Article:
May 26th, 2009
We started out a tad late having to pack our bags and stow it with the hotel reception to be picked later in the day.
We walked 10 minutes to the Republican metro station and took the rather crowded train. We crossed the Tiber and pulled into Ottaviano 5 stops, 12 minutes and €3 later. Rhea rode free. We grabbed a standup breakfast and walked at a clip to the Musei Vaticani not wanting to miss our 10:00 AM entrance.
The tickets we had booked online allowed us to bypass the line completely. The security is thick with airport style bag and metal scanners. I was asked to leave my backpack in the cloakroom and later missed my guidebook and the tripod (especially in the Sistine chapel that justifiably does not allow flash). No guidebook mentioned this and I hate surprises.
We met our tour guide and were given headphones so we could hear her without needing to huddle. While walking to the Vatican, Rhea has complained of chest pain. Almost as soon as the tour started the reason surfaced. She needed to use the restroom. By the time, we tried to merge back, the entourage had disappeared.
Then we stumbled upon the magnificent Laocoon.
In January of 1506, farmers in a vineyard near Santa Maria Maggiore found this sculpture buried and intact. Julius II, the residing pope and lover of all art forms, sent Michelangelo to investigate and guide the excavation from the Sette Sale of the Domus Aurea. The statue shows Laocoon (a priest who warned fellow to no avail of the dangers of accepting the wooden horse from the Greeks) being punished by Greek Goddess Athena who sent snakes to drag him and his sons to a watery death.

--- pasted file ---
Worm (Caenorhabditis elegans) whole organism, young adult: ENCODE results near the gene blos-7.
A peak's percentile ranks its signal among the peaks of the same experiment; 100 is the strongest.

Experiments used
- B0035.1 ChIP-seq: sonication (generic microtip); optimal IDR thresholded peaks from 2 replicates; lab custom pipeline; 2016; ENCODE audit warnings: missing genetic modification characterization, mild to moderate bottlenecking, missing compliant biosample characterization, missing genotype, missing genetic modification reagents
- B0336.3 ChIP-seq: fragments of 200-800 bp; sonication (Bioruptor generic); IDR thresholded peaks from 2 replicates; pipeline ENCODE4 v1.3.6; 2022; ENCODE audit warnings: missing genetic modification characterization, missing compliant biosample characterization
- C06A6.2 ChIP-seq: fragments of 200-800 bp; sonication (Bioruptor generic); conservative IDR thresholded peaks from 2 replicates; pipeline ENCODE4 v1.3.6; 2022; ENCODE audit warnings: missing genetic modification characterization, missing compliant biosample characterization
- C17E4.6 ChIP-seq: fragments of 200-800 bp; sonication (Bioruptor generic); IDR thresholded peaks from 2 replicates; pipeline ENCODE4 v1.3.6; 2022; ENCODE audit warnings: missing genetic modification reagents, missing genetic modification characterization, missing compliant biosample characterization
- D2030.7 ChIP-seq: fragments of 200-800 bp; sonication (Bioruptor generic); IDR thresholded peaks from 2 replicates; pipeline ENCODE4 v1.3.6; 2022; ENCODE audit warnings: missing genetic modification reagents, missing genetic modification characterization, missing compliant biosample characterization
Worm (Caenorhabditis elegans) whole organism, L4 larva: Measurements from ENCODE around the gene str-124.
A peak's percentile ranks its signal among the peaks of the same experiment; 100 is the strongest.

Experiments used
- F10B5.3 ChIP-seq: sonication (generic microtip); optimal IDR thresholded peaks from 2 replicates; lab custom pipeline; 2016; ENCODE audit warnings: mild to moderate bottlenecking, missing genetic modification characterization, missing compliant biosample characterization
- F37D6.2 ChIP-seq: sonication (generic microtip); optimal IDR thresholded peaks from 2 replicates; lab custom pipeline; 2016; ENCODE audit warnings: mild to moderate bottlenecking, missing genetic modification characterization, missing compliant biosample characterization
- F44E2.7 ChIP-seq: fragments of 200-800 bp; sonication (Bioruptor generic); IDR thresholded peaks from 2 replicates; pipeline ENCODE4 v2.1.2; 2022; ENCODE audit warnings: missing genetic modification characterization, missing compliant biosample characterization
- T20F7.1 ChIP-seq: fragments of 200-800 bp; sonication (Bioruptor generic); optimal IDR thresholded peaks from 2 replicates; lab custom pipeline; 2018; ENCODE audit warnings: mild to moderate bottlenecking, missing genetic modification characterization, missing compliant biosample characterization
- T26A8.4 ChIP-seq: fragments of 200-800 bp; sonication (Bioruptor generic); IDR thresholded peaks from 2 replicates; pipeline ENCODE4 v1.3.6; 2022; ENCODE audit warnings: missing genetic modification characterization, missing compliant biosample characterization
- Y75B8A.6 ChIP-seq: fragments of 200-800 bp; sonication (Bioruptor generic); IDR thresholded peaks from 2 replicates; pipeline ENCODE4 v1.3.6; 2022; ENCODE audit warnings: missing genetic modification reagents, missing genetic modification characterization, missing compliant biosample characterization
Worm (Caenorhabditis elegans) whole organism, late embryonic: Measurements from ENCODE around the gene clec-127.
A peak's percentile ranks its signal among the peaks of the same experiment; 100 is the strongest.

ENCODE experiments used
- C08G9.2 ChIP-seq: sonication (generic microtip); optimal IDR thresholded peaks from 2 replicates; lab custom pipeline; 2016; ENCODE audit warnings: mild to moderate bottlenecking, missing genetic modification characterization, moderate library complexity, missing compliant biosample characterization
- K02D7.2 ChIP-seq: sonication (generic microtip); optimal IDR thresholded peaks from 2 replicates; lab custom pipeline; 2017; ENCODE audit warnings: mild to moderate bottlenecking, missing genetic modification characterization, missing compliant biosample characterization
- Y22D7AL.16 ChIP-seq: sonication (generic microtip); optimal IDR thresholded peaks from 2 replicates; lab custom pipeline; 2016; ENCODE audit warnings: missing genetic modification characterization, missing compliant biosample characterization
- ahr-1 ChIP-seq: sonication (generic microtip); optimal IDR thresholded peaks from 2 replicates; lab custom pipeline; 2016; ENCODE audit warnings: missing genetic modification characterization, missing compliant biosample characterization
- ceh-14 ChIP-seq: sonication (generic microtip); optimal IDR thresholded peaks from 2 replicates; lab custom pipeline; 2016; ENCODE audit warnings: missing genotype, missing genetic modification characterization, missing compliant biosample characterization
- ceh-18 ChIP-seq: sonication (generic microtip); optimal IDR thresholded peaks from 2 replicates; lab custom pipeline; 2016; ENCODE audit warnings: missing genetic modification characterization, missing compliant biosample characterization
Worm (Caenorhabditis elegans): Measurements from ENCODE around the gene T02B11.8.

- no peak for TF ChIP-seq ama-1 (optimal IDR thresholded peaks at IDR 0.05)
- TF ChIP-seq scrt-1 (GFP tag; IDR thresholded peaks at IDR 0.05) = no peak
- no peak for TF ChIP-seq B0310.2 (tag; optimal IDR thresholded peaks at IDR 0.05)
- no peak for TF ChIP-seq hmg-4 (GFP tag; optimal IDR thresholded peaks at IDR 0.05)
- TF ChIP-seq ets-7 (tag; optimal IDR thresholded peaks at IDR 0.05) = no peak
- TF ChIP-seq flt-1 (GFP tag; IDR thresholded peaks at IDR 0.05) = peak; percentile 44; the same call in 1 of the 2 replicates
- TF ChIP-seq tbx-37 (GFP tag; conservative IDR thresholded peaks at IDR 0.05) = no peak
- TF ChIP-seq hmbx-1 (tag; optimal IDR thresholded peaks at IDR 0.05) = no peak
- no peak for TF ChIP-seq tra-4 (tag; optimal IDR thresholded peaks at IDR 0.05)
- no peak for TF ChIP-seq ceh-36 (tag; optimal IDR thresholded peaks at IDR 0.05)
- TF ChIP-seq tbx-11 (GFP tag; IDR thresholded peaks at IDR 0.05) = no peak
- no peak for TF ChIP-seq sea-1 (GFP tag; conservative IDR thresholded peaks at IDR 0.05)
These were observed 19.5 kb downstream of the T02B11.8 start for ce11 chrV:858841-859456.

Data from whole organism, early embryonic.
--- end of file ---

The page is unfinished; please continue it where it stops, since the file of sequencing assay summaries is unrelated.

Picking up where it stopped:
A delighted Julius II bought the sculpture and put it in the Belvedere Courtyard to allow contemporary artists to study it.
In recent years, some scholars have suggested that Laocoon is indeed a Michelangelo forgery. The statue has been described vividly in Pliny’s Roman history from first century ACE and had been lost for over a thousand years. Researchers believe that Michelangelo carved it from a great block of Carrara marble and buried it to be found later. If this is true, then he successfully managed to run with the hare and hunt with the hounds.
The next two hours were a daze. Corridors leading to corridors leading to huge rooms. Huge rooms with huge vaulted ceilings, detailed in rich golden, blues, reds – very expensive colors at the time. Hundreds and hundreds of frescoes, mosaics, painted glass, canvas, tapestry.
The Borgia apartment with Pinturicchio’s complex iconography. The brilliantly conceived and executed Stanze of Raphael, an explosion of paint and emotion that Julius II liked so much he chose to use as his personal apartment.
I liked how Raphael pays sincere homage to his competition number 1, Michelangelo, to whom he lost the Sistine Chapel commission.
Raphael is said to have spent many an evening in the Sistine Chapel after Michelangelo was done for the day. Raphael’s sheer respect for Michelangelo is reflected in the premium spot he gets in the painting. He is slouching on the stairs, in a thinkers pose, a wee bit morose. The leather boots, Michelangelo’s trademark are visible and thrust towards the audience, almost like a signature.
After Raphael, I only had eyes for the Sistine Chapel. There was not much in me for anything else. In Vatican, anyways, all corridors lead to the Sistine Chapel.
(Read on. Next, we are headed to the Sistine Chapel)